While following directions and completing specific tasks is, of course, an essential trait for good employees, higher-level problem-solving skills are very desirable to (most) employers. Truth be told, there is a pretty ample supply of worker-bees who will do what they are programmed to do and go where they are told. But there are far fewer people who have mastered the ability to approach difficult and open-ended problems time and time again—whether they solve the problem or not.
A sink-or-swim project may seem unfair in that it asks you to do the impossible with very little context or supervision, but this really is your chance to prove that you can be more than a drone. Even if all your efforts are coming up empty, at the very least you should keep a log or report to hand into your team member to show them that you know how to think through the issues, look for solutions, and recognize dead-ends.
Many times, a team member will give new recruits and interns ambiguous projects precisely because there are likely no good answers or solutions to the problem: They just need someone to go out and to confirm their suspicions. Think of it a bit like a scientist who needs to find not only the cure to a disease but also all the potential solutions that do not work. Your team member may send you out to double-check an unlikely lead because it is the most efficient use of resources to send you, the noob, while sending other more experienced researchers to do projects that are more likely to yield positive or more complex results.
Don’t feel left out here: Negative results and dead ends are an integral component to finding actual solutions and to bettering the body of research for innovative scientists, businesses, and inventors. These initial dead-ends may not immediately result in glory, but if you do your job well by tracking your progress and your results, then you are going to be a highly-valued member of any successful team. Never forget that you can be an integral part of the problem-solving process no matter what your results are, and no matter how far along your skills have come when compared to other team members. In other words, just because you aren’t sporting six-packs for abs, doesn’t mean you can’t, err, drink, err…a six-pack…know what I’m saying…(forget it, stupid attempt at humor, please move on to step four).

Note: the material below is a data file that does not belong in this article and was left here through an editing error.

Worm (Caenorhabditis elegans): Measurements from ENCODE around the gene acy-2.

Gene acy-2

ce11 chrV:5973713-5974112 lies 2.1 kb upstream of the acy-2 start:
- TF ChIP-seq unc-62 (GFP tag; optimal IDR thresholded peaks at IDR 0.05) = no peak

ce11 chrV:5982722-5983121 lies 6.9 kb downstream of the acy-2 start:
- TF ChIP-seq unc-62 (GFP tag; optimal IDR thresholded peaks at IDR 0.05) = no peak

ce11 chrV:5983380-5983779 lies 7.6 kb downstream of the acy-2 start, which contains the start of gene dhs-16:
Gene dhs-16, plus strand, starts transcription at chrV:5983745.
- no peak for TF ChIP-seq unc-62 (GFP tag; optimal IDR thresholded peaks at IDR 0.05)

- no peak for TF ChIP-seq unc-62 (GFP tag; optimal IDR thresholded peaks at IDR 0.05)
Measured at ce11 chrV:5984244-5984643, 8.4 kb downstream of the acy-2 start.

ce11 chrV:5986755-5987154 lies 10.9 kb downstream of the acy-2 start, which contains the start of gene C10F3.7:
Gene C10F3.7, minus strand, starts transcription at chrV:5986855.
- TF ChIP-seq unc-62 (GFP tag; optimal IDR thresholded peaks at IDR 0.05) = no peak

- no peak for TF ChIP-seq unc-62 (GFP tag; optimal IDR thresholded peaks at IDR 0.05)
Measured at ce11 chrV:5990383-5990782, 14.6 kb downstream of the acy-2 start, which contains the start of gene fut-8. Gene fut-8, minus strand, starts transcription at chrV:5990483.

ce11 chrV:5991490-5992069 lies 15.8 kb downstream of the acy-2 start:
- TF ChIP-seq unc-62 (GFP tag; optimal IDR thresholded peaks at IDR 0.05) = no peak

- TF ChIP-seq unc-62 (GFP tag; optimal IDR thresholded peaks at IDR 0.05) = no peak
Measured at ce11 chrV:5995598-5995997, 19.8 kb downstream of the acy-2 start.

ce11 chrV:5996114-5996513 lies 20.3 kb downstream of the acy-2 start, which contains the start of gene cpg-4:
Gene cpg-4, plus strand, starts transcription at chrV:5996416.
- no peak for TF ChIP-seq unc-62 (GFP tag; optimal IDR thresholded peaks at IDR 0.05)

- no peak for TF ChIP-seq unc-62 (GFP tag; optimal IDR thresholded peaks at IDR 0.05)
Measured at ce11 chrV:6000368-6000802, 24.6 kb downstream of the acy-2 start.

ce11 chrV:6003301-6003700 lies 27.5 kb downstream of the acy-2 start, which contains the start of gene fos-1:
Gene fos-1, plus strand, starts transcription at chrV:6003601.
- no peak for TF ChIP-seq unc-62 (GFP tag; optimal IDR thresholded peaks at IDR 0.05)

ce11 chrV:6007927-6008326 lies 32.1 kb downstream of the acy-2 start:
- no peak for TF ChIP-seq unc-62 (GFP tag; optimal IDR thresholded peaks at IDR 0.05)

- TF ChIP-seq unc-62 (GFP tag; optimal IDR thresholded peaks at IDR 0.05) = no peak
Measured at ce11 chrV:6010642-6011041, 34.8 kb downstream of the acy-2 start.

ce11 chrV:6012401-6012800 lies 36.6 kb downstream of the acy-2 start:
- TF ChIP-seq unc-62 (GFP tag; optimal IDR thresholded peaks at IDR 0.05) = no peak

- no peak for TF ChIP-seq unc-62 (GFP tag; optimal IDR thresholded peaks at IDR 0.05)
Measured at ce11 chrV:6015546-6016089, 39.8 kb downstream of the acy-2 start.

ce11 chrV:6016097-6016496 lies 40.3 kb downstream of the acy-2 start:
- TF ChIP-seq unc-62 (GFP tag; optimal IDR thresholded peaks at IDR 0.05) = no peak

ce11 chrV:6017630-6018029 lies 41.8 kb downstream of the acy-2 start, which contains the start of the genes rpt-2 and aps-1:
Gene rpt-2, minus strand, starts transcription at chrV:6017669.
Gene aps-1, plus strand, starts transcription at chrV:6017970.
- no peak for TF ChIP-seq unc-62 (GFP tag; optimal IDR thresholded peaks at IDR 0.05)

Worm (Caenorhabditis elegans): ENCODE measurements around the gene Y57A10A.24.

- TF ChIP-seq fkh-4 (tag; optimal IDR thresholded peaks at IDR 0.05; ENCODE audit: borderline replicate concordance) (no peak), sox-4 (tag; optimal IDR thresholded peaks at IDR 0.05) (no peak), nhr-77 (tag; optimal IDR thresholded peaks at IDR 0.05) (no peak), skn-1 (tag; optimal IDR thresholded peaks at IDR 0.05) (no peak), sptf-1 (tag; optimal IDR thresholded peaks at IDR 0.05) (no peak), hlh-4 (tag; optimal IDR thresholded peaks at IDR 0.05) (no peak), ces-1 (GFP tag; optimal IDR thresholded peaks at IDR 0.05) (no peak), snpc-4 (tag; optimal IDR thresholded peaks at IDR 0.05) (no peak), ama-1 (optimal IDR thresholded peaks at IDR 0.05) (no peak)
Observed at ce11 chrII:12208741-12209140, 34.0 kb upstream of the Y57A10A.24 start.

For Step Four in Overcoming Challenges: Spin Some Gold, Rumplestiltskin
Finally, you need to create value out of the situation. In step one, you got your $#*+ together like Buddha, in step two you learned to paddle like a three-legged dachshund, and in step three you started using your big noggin to solve problems; now it’s time for you to perform the miracle. In this epic moment, you get to pull the rabbit out of the hat, be a hero, and convert your sink-or-swim project into a gold medal opportunity. What we’re talking about here is value creation.
There’s a lot that goes into this idea of value creation, but keep in mind that every business lives or dies by the value it creates for its customers and shareholders, and ultimately it needs its best employees to determine where they can capture, stake out, and create value. If you can show your team members early on in the game that you can build on the foundation of even a difficult project, you are on your way to becoming an invaluable asset to the company, and they will dub you Intern Jesus: The intern who turns water into wine.
When you do this, it’s important you create the right kind of value for the situation at hand. Creativity helps with overall success of a business, yet some corporate cultures absolutely resist creativity and outside-the-box thinking unless done at the right time, in the right way, and in the right place. , Judge wisely, and don’t let your work going the extra mile take away from the basic tasks you’ve been assigned. In the end, you’re aiming not to be flashy or impress them with your skills. If you impress them, it’s only the side effect of giving them an insight or piece of information they actually need.
Practically speaking, the most common way to create value is likely to come in the form of your simple and humble recommendations, fresh ideas, and unique perspectives on the situation. You don’t necessarily have to fully flesh out the additional ideas you explore beyond the confines of your project. You might simply ask some important questions or mention some areas for further research. This doesn’t really have to take you that much more time, but it will require you to go the extra mile in not just doing and thinking about the project, but actually analyzing, interpreting, and questioning the implications of the work you are doing and how those observations fit in with the bigger picture.
The idea here is simply to point your team member in the direction of some other potential areas to explore that could be very valuable for the business, and then subtly, perhaps silently, connect the dots to you. There is no one quite like you; now don’t be afraid to show how your unique talents and gifts can be indispensable to the company. So make sure you don’t just raise good questions or shine a light on potential value: Show them just enough of your own passion and drive to seek out these potential gold-mines, and you can bet your life on earning high praise for your work, and receiving better and more important projects to explore further value creation.
So there you have it, our four tips to dominating the sink-or-swim work project. To quickly review, the tips are:
1. Center Yourself
2. Get Moving
3. Solve Problems
4. Create Value